Wednesday, August 28, 2013

Wild, Wild Life

     Wild Kingdom on a small scale: last night, the bug-census on the rear (outside!) wall of Roseholme Cottage included two cicadas -- one lurking stealthily along a high-mounted lighting conduit (do they hunt in adulthood?*), the other in such a tizzy that he flew right against my head, buzzing, which brought on a certain amount of flailing around on my part (I caught him and brought him into to show Tam, who still doesn't like them, and he flexed his mighty wing muscles the whole time until I took him back out and let him find a safe spot -- and two bright-green katydids, one larger and a bit worse for wear, the other smallish.

     There was a circada on the kitchen's back window this morning, possibly the same one I gave a tour of the house last night.  Fortunately, he wasn't there to serenade. (Male cicadas can turn off their ears.  Many male humans seem to have a similar adaptation,)

     I do wonder, if they could think, what the slender, graceful, melodious, night-shift katydids would think of the squat, sun-worshipping cicadas, who toil grubbily in the darkness for seventeen years before they emerge to find high spots and holler all day.  "Declassé," they might sniff.  "Common.  And Much Too Loud! Oh, but would you look at the shoulders on that one...?"  Fairies and trolls, they are, or as close as one ever sees in real life.

     Tonight, slim pickings, just the usual fat, self-satisfied spiders, who mended their nets earlier and now peacefully seine for a late dinner, and one large, paranoid-acting red ant with ninja aspirations, patrolling the wall.  When I walked my fingers towards the ant, she cocked her antenna, braced and leaped at 'em!  Man, I dunno what they're feedin' ants these days but it's got too darned many vitamins.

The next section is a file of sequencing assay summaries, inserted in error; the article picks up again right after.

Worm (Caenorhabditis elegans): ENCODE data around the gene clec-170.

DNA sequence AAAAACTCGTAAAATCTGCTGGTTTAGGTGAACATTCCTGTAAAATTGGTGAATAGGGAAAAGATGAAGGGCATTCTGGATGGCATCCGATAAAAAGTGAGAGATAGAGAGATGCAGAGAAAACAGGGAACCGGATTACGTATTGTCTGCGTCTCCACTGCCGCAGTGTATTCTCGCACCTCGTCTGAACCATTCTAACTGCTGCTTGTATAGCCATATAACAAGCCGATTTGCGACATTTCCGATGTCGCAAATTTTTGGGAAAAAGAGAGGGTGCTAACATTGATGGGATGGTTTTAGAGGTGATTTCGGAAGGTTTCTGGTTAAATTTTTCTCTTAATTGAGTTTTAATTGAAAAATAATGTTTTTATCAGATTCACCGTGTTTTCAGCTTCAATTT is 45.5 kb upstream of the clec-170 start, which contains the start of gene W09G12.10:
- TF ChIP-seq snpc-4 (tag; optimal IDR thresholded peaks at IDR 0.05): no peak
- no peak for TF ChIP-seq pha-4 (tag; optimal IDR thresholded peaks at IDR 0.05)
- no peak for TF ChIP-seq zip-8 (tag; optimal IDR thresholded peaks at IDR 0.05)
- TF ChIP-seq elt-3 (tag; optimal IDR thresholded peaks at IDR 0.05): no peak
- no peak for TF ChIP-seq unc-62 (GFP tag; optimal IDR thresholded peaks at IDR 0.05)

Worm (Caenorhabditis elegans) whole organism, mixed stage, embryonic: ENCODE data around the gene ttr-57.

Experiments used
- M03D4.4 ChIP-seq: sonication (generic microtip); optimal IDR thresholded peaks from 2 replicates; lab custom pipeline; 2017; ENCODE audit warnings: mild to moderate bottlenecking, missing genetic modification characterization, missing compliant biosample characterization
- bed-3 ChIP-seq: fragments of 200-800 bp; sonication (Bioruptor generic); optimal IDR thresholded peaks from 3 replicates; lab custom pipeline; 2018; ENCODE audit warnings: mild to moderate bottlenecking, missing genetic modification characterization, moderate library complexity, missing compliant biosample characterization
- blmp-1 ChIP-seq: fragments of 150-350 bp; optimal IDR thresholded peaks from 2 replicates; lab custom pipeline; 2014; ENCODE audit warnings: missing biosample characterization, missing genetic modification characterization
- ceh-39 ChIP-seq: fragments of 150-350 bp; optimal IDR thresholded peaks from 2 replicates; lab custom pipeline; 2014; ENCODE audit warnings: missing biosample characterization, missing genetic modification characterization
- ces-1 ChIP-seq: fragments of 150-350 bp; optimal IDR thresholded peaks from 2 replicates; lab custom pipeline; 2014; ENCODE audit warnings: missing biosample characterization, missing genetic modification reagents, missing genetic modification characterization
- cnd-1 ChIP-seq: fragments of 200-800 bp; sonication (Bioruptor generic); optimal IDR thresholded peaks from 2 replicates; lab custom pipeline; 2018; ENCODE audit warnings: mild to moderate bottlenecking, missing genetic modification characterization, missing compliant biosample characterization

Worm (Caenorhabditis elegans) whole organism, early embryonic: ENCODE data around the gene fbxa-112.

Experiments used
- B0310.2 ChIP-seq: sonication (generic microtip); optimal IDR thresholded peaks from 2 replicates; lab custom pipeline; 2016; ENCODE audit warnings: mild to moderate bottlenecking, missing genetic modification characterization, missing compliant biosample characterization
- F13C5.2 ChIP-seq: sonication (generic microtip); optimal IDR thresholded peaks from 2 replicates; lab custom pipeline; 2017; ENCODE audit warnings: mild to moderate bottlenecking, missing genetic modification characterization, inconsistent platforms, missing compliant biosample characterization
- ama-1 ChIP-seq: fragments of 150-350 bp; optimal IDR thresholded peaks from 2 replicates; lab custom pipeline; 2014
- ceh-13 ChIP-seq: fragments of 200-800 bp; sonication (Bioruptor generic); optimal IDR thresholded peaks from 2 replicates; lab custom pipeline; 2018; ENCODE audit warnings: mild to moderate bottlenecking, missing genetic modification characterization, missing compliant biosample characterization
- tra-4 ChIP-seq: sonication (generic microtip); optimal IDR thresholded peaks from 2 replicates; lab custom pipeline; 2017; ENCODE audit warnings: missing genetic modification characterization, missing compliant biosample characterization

* Nope, they're sap-sucking vegans.  Perhaps it was making a long, slow stalk of a tree.  Or just hoping to not get et.


Jeffro said...

Many male humans seem to have a similar adaptation

What's that you say?!? ;)

Anonymous said...

"Many male humans seem to have a similar adaptation"

Jeffro, I think she's talking again.

Mike James

Shermlock Shomes said...

Gumdrop, one of our three Cocker Spaniels, likes 'em. For snacks. From the sound of it they are crunchy good.

Roberta X said...

Interestingly enough, people in many countries eat cicadas, in some cases deep-fried. The female cicada is said to be meatier (and sensitive about it), since she lacks the hollow resonating chambers her male counterpart uses to make such a big noise.


Fuzzy Curmudgeon said...

Many male humans seem to have a similar adaptation

13 years of marriage suggests to me that this is hardly restricted to the male of the species :)

On the other hand, the Mrs. is an unabashed liberal, so maybe she doesn't like it when I point out the flaws in her worldview...

Eric said...

On the campus where I work, we have these: They're pretty fierce looking, but quite harmless to humans.

Jennifer said...

I'm sure Tam got her fill of the cicadas back when we all went out to big blogshoot in TN.
Fairies and trolls indeed. I'm glad I'm not the only one so fascinated by the things that creep and crawl.

Robert Fowler said...

(Male cicadas can turn off their ears. Many male humans seem to have a similar adaptation.

It's a gift from God. Or in my case, too many years around very loud machinery.